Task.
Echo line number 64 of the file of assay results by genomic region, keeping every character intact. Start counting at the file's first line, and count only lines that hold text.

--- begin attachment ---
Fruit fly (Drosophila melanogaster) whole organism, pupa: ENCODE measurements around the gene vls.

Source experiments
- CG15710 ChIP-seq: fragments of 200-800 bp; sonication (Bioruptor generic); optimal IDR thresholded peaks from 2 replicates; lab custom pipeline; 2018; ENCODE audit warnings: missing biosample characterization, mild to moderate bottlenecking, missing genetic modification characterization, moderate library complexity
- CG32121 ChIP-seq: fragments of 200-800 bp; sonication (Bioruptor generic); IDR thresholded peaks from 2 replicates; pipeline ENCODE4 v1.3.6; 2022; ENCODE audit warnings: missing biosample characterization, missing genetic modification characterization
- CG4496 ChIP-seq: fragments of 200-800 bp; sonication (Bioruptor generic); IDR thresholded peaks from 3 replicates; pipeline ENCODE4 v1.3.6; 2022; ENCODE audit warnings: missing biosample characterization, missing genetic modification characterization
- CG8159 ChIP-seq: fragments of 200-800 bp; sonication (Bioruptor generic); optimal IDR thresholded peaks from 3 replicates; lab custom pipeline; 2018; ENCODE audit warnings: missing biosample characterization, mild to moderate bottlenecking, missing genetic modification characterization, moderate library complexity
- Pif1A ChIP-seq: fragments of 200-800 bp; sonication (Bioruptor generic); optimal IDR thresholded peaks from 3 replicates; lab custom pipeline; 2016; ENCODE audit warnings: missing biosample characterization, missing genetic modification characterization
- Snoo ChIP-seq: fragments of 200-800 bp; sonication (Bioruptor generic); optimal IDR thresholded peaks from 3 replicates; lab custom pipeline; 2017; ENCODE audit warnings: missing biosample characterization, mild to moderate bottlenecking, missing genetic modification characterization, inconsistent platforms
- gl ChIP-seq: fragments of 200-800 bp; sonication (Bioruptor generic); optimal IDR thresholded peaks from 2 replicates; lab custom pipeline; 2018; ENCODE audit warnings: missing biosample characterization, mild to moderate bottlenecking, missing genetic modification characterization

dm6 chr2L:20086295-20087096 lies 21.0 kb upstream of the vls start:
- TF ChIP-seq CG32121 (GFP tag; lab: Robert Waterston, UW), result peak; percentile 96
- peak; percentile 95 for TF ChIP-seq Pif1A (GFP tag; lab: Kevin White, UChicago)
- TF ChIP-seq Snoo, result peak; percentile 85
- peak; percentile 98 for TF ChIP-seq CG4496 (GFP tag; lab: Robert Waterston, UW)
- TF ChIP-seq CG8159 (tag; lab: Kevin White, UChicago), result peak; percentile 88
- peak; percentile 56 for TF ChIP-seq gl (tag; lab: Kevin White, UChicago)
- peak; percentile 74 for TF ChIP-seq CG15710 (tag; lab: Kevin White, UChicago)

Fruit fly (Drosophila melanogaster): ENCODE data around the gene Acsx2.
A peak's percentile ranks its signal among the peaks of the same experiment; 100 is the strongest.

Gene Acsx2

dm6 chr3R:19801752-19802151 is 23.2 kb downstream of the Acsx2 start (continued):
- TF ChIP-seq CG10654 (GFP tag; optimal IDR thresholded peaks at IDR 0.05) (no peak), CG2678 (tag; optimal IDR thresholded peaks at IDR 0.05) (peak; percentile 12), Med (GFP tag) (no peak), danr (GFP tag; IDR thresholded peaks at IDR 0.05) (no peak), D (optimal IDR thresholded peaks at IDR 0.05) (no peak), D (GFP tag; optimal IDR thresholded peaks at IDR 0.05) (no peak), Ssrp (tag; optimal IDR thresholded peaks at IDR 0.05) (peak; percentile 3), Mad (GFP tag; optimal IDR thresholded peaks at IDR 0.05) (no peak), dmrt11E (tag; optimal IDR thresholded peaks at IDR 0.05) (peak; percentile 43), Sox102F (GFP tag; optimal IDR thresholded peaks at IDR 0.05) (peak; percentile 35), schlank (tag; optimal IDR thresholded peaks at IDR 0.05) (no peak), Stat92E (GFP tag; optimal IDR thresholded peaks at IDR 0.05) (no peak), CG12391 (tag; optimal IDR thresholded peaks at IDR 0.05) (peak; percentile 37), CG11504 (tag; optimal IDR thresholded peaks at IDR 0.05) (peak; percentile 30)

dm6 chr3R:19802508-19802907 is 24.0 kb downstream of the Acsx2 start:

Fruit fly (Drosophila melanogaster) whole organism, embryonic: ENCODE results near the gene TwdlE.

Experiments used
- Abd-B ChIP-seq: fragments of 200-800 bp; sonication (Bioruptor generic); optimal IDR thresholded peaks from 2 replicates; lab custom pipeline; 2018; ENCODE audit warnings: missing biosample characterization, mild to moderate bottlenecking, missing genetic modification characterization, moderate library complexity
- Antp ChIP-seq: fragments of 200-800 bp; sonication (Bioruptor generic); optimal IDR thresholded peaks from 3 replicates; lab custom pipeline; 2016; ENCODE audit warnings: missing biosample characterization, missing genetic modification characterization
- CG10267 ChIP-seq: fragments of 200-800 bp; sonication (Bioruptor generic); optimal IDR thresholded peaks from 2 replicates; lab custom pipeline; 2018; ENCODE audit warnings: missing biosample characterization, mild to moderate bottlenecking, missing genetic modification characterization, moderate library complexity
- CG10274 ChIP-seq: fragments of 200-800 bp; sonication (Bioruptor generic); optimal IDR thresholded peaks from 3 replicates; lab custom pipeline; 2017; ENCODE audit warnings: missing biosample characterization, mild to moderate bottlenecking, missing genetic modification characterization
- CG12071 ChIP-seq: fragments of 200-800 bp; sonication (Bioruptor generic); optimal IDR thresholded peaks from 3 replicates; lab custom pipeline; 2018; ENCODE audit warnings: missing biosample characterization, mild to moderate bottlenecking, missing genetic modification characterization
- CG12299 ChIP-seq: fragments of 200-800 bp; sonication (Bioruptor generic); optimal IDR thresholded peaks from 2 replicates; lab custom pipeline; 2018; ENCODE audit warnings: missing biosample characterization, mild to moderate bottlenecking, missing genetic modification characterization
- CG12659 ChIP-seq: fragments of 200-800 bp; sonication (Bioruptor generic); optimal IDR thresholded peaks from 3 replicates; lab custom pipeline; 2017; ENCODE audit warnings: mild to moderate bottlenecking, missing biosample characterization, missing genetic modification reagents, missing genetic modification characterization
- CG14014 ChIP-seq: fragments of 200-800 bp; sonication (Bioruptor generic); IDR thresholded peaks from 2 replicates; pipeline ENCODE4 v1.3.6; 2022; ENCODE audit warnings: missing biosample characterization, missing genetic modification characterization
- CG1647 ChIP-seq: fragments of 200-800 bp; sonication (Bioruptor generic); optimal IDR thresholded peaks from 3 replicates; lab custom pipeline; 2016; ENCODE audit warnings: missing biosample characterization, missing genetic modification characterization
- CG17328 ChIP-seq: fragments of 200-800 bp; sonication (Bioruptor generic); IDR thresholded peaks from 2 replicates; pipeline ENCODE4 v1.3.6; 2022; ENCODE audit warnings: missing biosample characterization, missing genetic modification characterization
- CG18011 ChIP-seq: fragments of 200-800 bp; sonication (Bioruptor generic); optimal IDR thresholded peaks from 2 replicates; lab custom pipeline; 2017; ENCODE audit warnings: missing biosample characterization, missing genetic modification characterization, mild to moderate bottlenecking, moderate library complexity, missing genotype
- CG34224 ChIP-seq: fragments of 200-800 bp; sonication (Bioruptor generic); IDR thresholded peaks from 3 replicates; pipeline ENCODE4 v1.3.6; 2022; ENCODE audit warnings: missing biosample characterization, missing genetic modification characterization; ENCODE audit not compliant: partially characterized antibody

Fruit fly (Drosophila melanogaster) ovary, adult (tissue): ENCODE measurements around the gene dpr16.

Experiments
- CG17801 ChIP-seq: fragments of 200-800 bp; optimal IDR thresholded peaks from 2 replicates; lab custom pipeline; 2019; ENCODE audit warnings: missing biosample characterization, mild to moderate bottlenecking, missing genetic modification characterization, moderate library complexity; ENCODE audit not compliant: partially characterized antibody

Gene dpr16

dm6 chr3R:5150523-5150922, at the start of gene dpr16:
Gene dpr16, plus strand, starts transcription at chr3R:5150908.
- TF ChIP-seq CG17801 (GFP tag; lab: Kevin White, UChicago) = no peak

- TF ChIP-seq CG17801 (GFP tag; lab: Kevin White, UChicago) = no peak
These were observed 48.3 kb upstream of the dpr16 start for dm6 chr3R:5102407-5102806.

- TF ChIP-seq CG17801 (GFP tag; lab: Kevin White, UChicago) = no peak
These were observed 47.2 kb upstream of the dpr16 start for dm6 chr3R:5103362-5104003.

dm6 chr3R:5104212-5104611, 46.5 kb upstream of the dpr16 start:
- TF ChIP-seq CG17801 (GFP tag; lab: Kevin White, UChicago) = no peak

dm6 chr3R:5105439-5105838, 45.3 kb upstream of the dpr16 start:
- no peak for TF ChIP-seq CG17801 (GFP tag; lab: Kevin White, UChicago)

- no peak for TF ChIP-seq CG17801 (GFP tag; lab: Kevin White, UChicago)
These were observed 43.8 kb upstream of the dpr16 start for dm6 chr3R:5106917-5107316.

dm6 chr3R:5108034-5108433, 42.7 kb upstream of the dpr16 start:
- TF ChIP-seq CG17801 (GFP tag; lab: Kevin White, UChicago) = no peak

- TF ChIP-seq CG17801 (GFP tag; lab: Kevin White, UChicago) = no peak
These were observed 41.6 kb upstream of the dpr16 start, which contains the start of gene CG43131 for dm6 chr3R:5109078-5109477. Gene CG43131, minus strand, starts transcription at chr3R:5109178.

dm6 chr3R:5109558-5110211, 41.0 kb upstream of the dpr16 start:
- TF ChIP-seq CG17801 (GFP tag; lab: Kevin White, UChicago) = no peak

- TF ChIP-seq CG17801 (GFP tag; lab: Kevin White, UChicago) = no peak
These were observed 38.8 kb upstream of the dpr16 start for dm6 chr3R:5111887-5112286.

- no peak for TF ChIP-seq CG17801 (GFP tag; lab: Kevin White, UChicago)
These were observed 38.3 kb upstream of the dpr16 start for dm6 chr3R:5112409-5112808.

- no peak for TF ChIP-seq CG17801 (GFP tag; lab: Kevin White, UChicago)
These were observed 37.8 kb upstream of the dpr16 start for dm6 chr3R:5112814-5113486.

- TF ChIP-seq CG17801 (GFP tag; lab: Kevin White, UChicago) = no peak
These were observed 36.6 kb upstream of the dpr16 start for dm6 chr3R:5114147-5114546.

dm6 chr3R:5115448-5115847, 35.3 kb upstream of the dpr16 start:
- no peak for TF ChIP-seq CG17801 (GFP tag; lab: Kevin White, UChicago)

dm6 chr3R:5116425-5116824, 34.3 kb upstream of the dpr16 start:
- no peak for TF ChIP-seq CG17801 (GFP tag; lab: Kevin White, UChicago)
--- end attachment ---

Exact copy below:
These were observed 38.3 kb upstream of the dpr16 start for dm6 chr3R:5112409-5112808.